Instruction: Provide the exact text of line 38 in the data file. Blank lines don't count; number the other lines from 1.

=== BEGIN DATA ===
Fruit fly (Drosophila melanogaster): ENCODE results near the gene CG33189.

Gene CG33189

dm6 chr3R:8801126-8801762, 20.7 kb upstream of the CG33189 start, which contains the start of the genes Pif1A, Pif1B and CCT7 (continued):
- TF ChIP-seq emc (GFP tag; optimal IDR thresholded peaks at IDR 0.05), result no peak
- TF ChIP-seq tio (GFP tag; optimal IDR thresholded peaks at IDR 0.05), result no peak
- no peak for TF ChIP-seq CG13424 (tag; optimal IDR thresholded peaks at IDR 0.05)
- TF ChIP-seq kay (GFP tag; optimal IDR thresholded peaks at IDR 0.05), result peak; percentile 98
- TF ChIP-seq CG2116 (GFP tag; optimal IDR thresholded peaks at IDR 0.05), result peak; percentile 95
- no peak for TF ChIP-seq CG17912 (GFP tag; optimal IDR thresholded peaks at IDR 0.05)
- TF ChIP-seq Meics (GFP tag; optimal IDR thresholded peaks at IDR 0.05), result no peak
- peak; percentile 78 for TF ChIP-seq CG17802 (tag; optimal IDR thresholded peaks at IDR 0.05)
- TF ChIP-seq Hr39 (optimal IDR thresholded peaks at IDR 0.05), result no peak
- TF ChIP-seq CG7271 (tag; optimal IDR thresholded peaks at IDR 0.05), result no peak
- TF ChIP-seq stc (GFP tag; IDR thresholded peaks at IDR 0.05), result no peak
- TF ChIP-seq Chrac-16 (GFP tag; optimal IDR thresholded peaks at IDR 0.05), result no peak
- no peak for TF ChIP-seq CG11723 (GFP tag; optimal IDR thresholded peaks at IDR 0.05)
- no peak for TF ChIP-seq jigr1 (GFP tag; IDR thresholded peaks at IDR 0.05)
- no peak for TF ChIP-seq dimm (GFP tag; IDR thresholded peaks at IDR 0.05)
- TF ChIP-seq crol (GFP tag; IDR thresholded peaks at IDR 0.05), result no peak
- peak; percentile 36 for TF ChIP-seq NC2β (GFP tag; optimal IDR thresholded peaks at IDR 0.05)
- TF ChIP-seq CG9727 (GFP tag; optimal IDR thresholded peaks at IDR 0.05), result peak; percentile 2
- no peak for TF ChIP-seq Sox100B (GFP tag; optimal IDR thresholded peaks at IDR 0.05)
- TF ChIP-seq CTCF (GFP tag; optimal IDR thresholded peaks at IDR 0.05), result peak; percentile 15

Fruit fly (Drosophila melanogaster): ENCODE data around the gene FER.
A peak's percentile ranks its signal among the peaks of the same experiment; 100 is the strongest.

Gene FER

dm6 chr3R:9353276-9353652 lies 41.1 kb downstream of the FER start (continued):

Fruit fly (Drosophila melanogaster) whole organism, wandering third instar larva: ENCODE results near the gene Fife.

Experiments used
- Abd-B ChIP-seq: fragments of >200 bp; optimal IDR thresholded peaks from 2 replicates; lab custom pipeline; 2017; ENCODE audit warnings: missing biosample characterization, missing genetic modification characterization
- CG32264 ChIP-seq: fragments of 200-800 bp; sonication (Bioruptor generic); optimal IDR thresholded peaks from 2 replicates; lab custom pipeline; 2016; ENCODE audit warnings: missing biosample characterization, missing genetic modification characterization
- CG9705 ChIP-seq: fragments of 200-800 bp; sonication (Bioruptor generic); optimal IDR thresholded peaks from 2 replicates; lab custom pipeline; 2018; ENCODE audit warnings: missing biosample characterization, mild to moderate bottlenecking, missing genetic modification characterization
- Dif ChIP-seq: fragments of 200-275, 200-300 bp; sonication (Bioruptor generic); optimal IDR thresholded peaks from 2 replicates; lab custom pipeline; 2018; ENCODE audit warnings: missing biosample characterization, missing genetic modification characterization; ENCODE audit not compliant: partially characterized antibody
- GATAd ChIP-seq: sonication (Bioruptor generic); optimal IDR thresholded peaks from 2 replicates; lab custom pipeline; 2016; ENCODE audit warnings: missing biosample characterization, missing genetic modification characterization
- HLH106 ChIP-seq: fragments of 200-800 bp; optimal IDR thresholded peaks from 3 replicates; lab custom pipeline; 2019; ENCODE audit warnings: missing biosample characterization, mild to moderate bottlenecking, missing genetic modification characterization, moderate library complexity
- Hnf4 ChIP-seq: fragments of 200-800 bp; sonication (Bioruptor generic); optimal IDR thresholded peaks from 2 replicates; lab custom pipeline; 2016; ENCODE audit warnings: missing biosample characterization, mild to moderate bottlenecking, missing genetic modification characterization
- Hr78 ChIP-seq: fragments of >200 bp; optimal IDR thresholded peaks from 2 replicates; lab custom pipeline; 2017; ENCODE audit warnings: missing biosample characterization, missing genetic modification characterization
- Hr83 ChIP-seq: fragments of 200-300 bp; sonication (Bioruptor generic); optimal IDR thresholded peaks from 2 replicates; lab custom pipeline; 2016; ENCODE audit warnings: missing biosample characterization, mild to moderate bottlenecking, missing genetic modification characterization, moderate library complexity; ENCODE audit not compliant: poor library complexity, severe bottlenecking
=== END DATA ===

- Hr83 ChIP-seq: fragments of 200-300 bp; sonication (Bioruptor generic); optimal IDR thresholded peaks from 2 replicates; lab custom pipeline; 2016; ENCODE audit warnings: missing biosample characterization, mild to moderate bottlenecking, missing genetic modification characterization, moderate library complexity; ENCODE audit not compliant: poor library complexity, severe bottlenecking